Healthcare Power of Attorney

A Power of attorney is a legal instrument that can help a person ensure that their wishes are honored in the event that they are in an accident and require medical attention, or are not able to make decisions for themselves, among other things. A general power of attorney allows a person (the “principal”) to designate a trusted individual to act as their agent on a variety of different property, financial and personal matters. However, the remaining two types of power of attorney allow the principal to address medical care decisions in greater detail: healthcare power of attorney and consent to healthcare for a minor.

Healthcare Power of Attorney

Just because you have talked with someone you trust about what healthcare decisions you would like if you are ever unable to make them yourself, does not mean that person can act on your behalf if necessary. The healthcare power of attorney form accomplishes two things to remedy this. First, it gives the agent broad powers to make healthcare decisions for the principal when they cannot make the decision themselves or communicate a decision. Second, the healthcare power of attorney form lets the principal lay out their specific wishes on issues such as life support, treatment decisions, limitations on the healthcare attorney-in-fact’s powers for healthcare and mental health decisions, organ donation, and autopsy and disposition of remains. The directives in the healthcare power of attorney will be legally effective to the extent that the principal had not already made valid arrangements covering those topics (i.e. in a general power of attorney, driver’s license, will or living will).

Healthcare power of attorney does not impose a duty on the agent to act, but if the agent does act, they are under the obligation to use due care and act in the principal’s best interests.

People will often choose to execute a healthcare power of attorney prior to a major surgery or if they have declining health or a terminal illness. However, healthcare power of attorney can also be a good preemptive document to have completed even if a person is in wonderful health. In the unfortunate circumstance that it is needed, the healthcare power of attorney can save a person’s loved one’s significant added stress and disagreement during what will already be an undoubtedly trying time. The principal must still be competent while they execute the power of attorney.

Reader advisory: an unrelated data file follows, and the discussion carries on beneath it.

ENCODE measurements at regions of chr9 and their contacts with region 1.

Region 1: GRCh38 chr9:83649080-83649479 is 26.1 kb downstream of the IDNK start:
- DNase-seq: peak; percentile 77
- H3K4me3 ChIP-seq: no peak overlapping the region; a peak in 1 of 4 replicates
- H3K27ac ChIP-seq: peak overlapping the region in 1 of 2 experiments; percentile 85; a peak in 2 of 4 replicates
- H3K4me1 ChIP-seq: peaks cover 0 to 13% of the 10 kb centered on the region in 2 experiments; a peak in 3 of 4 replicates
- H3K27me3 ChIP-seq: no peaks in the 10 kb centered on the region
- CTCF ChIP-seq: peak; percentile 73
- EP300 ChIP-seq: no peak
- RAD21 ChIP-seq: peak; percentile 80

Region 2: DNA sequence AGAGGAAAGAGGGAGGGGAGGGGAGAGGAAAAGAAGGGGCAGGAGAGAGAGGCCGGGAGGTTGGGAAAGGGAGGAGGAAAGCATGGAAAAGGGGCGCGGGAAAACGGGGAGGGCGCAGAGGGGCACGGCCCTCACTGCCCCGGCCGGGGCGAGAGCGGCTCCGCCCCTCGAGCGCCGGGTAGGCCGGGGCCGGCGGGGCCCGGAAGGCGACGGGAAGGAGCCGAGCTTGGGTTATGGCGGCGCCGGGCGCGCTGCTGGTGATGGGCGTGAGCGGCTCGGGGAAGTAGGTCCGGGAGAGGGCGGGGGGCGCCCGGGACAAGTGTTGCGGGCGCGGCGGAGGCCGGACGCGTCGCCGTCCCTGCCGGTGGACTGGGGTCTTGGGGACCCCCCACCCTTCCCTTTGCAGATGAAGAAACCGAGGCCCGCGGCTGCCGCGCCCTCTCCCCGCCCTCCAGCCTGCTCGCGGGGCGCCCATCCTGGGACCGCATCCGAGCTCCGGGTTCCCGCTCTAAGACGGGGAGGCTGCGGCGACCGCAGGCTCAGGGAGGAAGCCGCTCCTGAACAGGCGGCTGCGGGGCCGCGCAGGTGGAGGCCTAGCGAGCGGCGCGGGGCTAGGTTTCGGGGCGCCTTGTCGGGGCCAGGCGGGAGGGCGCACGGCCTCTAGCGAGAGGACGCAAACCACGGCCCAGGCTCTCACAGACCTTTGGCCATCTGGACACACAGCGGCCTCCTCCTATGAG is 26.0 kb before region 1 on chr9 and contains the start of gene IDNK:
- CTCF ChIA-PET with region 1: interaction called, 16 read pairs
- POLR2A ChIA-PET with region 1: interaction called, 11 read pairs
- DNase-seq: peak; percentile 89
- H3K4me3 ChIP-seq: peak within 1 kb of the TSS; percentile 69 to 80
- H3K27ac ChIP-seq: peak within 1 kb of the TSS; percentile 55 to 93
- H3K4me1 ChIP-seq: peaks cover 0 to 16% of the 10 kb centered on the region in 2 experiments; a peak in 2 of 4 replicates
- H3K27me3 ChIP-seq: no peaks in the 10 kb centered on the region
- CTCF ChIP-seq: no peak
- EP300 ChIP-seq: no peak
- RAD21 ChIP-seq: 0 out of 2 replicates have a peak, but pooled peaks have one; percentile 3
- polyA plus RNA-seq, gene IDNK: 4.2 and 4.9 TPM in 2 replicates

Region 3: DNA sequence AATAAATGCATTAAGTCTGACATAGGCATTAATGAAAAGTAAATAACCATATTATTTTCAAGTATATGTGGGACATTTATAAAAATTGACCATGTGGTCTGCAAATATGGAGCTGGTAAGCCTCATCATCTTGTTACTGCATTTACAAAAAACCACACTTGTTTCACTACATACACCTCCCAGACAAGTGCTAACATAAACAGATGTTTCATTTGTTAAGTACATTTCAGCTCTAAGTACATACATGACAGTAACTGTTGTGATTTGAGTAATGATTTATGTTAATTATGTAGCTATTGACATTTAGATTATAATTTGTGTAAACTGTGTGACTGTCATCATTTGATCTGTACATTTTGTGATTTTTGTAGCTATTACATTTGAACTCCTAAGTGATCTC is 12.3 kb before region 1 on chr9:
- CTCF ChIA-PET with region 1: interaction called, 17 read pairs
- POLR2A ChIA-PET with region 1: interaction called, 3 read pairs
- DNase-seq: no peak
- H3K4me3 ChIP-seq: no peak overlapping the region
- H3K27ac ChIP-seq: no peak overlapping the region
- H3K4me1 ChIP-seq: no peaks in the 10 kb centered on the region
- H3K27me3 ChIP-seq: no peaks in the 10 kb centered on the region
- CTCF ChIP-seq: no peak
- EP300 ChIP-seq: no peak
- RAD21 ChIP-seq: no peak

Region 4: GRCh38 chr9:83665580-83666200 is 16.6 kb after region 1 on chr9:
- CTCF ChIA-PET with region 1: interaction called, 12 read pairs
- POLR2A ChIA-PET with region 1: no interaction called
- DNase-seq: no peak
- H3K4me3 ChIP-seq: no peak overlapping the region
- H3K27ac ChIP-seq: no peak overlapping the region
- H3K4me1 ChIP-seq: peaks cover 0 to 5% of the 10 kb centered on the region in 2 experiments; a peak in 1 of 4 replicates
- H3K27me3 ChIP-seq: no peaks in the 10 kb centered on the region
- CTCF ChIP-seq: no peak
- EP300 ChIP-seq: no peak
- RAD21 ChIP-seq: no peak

The Living Will

A related document to a healthcare power of attorney is the living will. It is, quite simply, a declaration that you do not wish to be kept alive by extraordinary or artificial means. Some individuals are philosophically opposed to living wills, while others find peace of mind in knowing that they can preemptively control their ability to be kept alive against their wishes while in a vegetative state. The execution of a living will is entirely optional, but if done should be executed with as much specificity as possible to avoid misinterpretation by healthcare providers or loved ones. If you are considering a living will it is important to consult with an attorney who has experience handling such matters.

Consent to Healthcare for a Minor

Because children are generally prohibited from carrying out legal acts, such as entering a contract, a minor under the age of 18 cannot generally legally consent to medical treatment, although there are some exceptions. Normally, a minor’s parents have inherent authority to authorize consent for their child to receive healthcare unless the minor is emancipated. When the minor’s parents are not present, the power to authorize consent for medical treatment of the minor depends on the situation. Sometimes there are occasions or situations where a child is in the care of an adult other than their parents. In these situations, sometimes a child will require medical care. A parent can choose to authorize another adult to authorize medical treatment of a child. This is a very specific type of health care power of attorney that is only applicable to children. If you are considering authorizing another adult to consent for medical treatment of your child, it is important to consult with an attorney who has experience handling such matters.

If you have a family law issue, including or involving power of attorney, it is important to speak with a local experienced family law attorney to guide you through the matter. Arnold & Smith, PLLC is a civil and criminal litigation firm in Charlotte, North Carolina. Our skilled and dedicated family law attorneys help our clients with a wide variety of family law issues including child custody and support, separation and divorce. Contact our office today at 704.370.2828 or online today to schedule your consultation with one of our family law attorneys about your case to help ensure that it receives the individualized advocacy you deserve.